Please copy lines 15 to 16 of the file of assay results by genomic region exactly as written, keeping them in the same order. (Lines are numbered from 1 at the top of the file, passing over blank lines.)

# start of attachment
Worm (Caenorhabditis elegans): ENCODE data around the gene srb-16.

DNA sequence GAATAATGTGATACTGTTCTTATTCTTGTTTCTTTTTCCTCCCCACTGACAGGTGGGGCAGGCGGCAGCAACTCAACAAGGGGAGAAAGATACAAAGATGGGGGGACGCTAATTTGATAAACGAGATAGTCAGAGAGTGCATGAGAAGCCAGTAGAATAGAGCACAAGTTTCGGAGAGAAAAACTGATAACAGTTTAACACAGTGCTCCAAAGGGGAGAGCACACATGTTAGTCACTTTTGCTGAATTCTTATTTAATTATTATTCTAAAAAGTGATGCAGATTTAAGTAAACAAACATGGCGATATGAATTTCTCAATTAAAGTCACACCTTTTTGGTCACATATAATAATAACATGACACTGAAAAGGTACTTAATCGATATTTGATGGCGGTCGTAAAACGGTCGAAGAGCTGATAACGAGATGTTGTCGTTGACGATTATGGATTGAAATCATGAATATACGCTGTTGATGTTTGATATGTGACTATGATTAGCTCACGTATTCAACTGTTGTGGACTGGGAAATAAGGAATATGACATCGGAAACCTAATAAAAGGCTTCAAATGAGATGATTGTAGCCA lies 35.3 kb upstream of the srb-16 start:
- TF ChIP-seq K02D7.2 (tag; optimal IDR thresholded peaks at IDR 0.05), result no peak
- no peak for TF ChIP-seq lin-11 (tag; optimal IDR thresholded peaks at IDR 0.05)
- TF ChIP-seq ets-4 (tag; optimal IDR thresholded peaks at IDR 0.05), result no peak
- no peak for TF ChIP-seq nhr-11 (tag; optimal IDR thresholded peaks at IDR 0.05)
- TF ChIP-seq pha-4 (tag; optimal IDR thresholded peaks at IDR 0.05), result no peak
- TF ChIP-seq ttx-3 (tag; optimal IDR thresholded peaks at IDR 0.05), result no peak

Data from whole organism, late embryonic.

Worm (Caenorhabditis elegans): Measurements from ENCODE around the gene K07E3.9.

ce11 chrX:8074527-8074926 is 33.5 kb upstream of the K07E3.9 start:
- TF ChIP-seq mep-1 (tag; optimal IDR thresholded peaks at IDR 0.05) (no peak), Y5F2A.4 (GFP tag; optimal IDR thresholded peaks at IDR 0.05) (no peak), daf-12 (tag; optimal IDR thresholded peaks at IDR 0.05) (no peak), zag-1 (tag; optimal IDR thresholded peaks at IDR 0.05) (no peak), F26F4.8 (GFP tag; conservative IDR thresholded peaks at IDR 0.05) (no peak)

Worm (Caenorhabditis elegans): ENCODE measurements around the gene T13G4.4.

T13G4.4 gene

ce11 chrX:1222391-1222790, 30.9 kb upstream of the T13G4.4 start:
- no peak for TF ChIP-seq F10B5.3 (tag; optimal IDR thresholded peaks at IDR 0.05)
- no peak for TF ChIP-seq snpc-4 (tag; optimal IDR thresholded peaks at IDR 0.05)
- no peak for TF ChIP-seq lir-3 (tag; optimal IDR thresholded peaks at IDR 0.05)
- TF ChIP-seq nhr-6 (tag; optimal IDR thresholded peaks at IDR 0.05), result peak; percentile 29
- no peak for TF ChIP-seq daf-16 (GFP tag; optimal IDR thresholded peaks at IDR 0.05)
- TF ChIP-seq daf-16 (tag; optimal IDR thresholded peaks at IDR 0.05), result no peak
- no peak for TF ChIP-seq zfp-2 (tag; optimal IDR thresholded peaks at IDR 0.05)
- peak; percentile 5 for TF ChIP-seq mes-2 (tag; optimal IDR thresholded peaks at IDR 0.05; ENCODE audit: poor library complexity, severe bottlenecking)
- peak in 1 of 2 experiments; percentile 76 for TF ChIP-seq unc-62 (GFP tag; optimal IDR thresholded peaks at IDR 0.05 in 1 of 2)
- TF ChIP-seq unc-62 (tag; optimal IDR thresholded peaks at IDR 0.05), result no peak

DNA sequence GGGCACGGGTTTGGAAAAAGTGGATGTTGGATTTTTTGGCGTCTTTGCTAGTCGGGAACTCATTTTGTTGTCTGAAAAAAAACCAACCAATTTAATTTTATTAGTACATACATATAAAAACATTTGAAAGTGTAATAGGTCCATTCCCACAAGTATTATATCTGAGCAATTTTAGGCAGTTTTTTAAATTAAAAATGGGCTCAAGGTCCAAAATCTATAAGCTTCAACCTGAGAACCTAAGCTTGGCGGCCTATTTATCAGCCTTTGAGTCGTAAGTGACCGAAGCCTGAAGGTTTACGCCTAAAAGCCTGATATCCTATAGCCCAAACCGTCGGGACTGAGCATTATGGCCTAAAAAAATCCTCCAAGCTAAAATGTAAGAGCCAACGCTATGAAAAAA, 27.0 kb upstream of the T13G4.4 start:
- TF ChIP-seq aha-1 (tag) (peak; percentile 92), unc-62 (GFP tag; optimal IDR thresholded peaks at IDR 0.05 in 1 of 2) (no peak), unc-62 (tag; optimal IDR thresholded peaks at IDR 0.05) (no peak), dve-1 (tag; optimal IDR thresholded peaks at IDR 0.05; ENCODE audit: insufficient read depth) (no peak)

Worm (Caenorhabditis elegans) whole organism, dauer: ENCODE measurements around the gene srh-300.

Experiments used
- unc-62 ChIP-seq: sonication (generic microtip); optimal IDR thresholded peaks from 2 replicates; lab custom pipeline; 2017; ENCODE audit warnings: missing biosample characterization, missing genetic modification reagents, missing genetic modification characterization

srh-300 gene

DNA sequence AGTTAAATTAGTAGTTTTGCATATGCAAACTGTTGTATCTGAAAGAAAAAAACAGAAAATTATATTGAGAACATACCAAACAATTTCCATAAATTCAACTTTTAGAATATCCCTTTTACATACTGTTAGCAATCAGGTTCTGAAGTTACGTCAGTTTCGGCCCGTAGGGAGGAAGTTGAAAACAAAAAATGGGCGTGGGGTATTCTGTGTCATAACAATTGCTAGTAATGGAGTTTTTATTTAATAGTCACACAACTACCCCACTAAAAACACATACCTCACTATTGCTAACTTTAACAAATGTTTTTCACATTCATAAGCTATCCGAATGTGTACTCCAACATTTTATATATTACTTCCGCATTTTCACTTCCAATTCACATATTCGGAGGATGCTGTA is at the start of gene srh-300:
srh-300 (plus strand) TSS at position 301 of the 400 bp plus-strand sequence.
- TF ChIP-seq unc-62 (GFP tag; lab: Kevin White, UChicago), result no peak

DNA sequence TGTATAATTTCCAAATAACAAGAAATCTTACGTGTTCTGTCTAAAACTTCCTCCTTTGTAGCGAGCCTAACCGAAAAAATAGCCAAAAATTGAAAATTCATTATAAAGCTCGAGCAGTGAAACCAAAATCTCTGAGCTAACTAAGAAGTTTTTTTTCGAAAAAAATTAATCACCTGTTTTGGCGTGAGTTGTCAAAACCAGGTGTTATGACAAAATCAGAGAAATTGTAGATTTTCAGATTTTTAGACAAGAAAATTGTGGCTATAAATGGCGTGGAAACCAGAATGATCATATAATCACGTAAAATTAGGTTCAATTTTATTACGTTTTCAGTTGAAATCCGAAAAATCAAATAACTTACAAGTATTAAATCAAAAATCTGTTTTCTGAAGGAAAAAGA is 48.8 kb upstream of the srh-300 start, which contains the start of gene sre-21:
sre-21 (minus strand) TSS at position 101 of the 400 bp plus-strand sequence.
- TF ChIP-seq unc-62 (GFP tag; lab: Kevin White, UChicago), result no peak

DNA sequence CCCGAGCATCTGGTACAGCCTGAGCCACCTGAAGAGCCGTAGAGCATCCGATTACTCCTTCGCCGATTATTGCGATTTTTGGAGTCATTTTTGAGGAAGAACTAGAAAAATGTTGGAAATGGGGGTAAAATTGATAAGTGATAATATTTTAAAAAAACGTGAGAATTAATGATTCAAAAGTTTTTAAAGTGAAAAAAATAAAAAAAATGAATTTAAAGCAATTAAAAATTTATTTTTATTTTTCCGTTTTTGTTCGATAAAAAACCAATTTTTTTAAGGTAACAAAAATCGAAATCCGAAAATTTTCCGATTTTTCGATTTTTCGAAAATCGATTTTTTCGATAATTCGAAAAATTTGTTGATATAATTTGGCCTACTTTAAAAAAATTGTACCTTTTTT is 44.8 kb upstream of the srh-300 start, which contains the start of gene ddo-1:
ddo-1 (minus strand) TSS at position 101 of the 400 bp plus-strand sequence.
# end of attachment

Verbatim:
ce11 chrX:1222391-1222790, 30.9 kb upstream of the T13G4.4 start:
- no peak for TF ChIP-seq F10B5.3 (tag; optimal IDR thresholded peaks at IDR 0.05)